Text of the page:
Matt Cutts, who joined Google in January 2000 and lead Google's web spam efforts, announced on his blog he is leaving Google for a short period of time to help the US Digital Service department, specifically the Defense Digital Service at the Pentagon.
He said this has been something he has been thinking about for a while and he wants to make a difference here. He said the projects and team are "contagious."
He said he will be doing this for the "next few months" while on an additional leave from Google. In July 2014 Matt Cutts took a leave from Google and since then, has extended his leave for some time. His job there was eventually replaced but we haven't heard since of his status. We knew he was still getting medical coverage from the company. I guess now, he is really taking a full leave from Google to work with this team.
Matt Cutts posted a bit more detail on Hacker News about this:
At the risk of wading into a fraught discussion, here's an example from yesterday: http://www.defense.gov/News-Article-View/Article/802828/cart... . Bug bounty programs have proven very effective in private industry (e.g. when Chrome pays security researchers who find vulnerabilities). The Defense Digital Service just completed one of the first bug bounty programs for the federal government. This is my personal opinion, but if bug bounty programs become more common in the government, that would mean that lots more people would be protected from hacks or identity theft.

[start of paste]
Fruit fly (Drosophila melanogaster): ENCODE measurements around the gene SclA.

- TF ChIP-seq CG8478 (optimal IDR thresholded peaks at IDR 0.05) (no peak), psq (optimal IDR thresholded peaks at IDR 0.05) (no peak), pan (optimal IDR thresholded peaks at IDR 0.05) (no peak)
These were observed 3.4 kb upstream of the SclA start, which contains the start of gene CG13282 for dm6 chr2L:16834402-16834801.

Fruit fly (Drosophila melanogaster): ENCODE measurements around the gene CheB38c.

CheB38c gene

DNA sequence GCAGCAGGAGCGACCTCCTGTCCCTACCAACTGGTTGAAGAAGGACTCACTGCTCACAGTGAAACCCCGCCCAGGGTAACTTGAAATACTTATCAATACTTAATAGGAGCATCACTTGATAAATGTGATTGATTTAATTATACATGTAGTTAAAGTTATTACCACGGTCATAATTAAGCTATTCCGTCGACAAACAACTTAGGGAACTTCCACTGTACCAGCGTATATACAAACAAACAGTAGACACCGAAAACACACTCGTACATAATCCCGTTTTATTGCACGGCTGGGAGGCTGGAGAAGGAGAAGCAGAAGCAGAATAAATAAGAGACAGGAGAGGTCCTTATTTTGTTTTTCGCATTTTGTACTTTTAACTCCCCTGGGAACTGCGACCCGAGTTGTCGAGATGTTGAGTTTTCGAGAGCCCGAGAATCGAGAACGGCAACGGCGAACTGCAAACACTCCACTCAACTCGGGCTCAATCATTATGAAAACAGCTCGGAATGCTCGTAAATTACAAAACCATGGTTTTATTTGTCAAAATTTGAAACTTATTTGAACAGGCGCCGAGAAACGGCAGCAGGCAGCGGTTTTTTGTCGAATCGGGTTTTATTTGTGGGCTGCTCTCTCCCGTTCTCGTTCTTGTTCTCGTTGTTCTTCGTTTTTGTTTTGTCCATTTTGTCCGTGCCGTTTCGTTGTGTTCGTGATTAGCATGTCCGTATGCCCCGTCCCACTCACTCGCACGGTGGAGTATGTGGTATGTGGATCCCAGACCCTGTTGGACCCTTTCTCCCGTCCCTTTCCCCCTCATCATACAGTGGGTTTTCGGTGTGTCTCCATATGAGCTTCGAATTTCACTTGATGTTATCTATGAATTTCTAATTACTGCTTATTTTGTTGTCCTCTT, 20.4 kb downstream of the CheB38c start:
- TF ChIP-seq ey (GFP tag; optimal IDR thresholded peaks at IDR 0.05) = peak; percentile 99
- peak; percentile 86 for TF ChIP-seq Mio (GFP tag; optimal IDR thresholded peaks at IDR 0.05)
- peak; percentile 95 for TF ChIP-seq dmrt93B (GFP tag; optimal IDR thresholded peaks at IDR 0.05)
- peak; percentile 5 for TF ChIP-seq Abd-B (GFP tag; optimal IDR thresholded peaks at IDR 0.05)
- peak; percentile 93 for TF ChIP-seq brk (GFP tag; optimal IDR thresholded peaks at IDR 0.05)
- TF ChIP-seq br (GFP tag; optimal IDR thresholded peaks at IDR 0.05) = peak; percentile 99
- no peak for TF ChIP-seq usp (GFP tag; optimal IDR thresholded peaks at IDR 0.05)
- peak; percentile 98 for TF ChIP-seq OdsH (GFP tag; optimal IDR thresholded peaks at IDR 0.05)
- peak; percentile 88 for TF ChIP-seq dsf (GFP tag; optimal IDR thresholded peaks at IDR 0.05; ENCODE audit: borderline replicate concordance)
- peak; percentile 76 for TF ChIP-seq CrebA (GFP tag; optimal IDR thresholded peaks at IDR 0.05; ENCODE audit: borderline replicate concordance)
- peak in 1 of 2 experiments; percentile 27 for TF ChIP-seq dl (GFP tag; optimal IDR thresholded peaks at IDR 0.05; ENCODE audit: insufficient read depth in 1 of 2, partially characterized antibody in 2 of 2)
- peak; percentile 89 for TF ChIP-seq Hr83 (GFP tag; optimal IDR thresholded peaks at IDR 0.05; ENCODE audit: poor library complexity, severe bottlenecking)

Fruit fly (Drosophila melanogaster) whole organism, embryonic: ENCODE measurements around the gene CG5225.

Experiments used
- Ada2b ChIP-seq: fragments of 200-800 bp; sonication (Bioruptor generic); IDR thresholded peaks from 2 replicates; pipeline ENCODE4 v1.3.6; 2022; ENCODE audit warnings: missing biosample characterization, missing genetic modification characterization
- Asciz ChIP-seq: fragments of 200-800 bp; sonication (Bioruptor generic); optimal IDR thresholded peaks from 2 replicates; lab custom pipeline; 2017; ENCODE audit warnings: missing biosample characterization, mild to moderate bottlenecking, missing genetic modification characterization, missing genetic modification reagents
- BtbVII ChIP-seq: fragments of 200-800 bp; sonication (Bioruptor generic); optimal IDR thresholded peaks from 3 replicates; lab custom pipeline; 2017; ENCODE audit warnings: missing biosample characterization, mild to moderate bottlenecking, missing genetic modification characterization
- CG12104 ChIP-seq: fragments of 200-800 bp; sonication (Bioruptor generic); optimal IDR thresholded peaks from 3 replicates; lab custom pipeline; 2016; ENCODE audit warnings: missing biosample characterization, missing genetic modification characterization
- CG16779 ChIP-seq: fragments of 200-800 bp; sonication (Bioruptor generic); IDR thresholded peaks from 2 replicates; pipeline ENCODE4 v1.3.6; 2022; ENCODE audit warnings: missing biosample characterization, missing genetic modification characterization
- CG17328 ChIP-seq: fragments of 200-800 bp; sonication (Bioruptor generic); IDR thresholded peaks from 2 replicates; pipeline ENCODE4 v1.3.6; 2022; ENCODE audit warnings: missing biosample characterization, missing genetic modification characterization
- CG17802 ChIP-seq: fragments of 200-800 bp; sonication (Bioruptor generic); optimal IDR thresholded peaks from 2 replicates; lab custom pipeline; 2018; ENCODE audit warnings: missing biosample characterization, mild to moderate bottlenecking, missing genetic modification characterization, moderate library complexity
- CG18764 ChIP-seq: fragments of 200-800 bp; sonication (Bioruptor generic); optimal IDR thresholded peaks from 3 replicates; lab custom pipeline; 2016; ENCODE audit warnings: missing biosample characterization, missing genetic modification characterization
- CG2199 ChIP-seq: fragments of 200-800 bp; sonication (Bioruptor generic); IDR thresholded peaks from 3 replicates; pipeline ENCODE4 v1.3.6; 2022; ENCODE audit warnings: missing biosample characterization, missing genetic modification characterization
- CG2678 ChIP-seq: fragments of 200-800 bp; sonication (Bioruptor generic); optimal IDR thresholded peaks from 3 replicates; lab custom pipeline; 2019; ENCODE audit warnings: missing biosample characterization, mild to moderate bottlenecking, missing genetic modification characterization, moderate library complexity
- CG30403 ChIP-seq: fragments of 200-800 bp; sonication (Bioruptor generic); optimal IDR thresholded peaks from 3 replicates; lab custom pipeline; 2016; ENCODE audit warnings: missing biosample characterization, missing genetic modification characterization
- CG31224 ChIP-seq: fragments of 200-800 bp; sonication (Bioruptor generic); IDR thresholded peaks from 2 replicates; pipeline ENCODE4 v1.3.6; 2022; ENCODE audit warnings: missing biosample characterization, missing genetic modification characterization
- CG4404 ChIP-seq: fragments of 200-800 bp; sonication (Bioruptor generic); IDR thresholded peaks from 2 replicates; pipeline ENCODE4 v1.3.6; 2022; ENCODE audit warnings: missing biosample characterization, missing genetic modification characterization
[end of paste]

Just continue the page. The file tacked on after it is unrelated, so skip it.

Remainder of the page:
To give another example that's under the umbrella of the US Digital Service, https://www.vets.gov/playbook/ is an attempt to bring resources for veterans into a single website. Right now, veterans may have to navigate 1000+ websites, 956 different 1-800 numbers, and just deal with more hassle than they should.
I interviewed at the US Digital Service but ended up at the Defense Digital Service because that's where I thought I could help the most. There's some good info about the sort of projects that people at the USDS/DDS work on at https://www.usds.gov/work if anyone is interested. 18F at https://18f.gsa.gov/ is also doing great work, with the extra benefit that people can work for the 18F remotely. 18F has also been a proponent for more open source in the government: https://fcw.com/articles/2016/03/25/noble-open-code.aspx
Honestly, I am not surprised by this move from Cutts. I always thought he'd want to help with government issues.